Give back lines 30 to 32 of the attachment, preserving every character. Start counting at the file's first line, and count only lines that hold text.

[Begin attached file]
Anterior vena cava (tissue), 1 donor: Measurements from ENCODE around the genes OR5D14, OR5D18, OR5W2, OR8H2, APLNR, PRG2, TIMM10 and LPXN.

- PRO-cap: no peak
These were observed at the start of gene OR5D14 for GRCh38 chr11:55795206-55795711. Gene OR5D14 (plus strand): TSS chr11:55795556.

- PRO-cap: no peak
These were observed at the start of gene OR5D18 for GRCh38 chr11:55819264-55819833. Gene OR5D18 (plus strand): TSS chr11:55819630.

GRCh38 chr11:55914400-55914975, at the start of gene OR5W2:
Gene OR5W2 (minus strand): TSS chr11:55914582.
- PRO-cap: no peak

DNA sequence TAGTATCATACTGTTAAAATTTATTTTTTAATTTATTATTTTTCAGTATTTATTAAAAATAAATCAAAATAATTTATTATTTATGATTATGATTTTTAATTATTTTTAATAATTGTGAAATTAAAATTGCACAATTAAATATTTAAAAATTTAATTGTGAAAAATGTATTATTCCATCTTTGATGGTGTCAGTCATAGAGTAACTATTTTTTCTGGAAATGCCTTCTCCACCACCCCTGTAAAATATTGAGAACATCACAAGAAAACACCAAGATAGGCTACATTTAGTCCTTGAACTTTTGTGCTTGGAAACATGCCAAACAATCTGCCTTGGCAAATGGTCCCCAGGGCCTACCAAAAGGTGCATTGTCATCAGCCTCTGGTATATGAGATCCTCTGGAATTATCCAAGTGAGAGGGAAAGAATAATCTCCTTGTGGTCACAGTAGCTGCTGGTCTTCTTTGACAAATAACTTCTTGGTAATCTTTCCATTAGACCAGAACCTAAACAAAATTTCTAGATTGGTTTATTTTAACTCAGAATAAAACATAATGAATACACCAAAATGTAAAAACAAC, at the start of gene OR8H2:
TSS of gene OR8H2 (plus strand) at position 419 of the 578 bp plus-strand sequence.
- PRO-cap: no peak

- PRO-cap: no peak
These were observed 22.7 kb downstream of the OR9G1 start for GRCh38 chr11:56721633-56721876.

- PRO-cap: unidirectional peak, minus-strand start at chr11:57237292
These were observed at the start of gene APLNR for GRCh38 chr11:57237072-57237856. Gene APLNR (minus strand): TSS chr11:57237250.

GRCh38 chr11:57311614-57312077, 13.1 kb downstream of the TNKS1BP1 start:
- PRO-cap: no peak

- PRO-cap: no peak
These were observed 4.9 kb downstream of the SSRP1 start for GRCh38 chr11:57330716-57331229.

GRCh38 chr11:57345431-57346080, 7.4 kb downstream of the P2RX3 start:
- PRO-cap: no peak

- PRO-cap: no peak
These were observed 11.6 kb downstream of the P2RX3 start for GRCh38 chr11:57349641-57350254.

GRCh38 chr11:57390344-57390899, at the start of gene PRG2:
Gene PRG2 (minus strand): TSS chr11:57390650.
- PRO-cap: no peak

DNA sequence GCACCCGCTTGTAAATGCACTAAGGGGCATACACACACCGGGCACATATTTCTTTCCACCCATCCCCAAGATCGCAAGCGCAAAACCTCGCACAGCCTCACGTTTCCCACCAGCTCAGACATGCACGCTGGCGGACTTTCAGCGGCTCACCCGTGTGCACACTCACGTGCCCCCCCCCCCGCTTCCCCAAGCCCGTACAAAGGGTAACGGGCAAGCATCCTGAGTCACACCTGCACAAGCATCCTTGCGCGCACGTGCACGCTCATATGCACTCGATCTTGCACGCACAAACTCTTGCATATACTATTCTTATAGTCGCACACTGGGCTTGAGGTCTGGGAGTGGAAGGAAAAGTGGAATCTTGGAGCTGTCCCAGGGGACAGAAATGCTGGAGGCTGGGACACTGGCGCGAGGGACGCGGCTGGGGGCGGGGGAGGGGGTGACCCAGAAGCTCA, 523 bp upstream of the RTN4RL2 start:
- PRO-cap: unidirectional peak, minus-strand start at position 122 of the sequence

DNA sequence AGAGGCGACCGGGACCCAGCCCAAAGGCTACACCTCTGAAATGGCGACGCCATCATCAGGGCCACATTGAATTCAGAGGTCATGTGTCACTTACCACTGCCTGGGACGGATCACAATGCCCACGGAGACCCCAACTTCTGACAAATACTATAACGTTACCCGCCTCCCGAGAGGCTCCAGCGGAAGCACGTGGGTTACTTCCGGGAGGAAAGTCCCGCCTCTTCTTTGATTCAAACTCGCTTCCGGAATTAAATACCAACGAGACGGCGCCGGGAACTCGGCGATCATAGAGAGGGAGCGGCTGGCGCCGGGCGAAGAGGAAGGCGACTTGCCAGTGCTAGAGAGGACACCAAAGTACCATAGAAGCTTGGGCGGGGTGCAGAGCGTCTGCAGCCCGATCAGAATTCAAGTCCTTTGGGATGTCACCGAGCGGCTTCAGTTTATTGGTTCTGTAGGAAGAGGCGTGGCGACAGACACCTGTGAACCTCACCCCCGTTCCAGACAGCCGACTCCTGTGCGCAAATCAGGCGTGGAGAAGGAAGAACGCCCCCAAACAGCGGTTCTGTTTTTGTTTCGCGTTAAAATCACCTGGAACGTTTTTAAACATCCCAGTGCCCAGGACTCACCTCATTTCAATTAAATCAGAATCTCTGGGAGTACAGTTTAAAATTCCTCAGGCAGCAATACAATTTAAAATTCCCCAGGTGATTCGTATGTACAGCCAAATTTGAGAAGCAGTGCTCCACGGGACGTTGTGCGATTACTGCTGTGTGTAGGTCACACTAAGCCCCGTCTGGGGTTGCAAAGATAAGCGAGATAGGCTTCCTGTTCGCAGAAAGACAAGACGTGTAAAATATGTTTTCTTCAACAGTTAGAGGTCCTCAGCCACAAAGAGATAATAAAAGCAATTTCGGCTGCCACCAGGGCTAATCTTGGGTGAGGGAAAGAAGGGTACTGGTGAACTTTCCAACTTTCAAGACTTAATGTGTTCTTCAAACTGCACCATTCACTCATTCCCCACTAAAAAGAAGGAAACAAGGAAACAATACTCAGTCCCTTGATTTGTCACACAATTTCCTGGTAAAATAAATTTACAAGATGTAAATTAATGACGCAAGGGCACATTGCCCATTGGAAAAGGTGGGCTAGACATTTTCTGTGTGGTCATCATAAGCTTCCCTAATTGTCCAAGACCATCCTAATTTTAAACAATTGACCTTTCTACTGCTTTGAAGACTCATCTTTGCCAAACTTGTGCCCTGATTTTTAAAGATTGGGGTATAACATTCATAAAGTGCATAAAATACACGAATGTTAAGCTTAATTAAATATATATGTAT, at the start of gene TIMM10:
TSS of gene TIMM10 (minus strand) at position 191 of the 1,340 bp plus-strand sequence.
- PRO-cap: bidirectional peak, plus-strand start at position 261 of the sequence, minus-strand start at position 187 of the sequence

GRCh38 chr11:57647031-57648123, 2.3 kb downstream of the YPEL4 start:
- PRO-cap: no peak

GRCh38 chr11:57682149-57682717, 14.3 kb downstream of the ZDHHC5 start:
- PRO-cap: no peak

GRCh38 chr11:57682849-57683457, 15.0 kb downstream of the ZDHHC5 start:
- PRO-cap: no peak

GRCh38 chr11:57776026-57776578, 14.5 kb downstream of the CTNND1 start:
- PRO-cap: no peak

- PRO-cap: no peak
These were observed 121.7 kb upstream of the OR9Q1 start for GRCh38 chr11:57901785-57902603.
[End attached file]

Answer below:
TSS of gene TIMM10 (minus strand) at position 191 of the 1,340 bp plus-strand sequence.
- PRO-cap: bidirectional peak, plus-strand start at position 261 of the sequence, minus-strand start at position 187 of the sequence

GRCh38 chr11:57647031-57648123, 2.3 kb downstream of the YPEL4 start: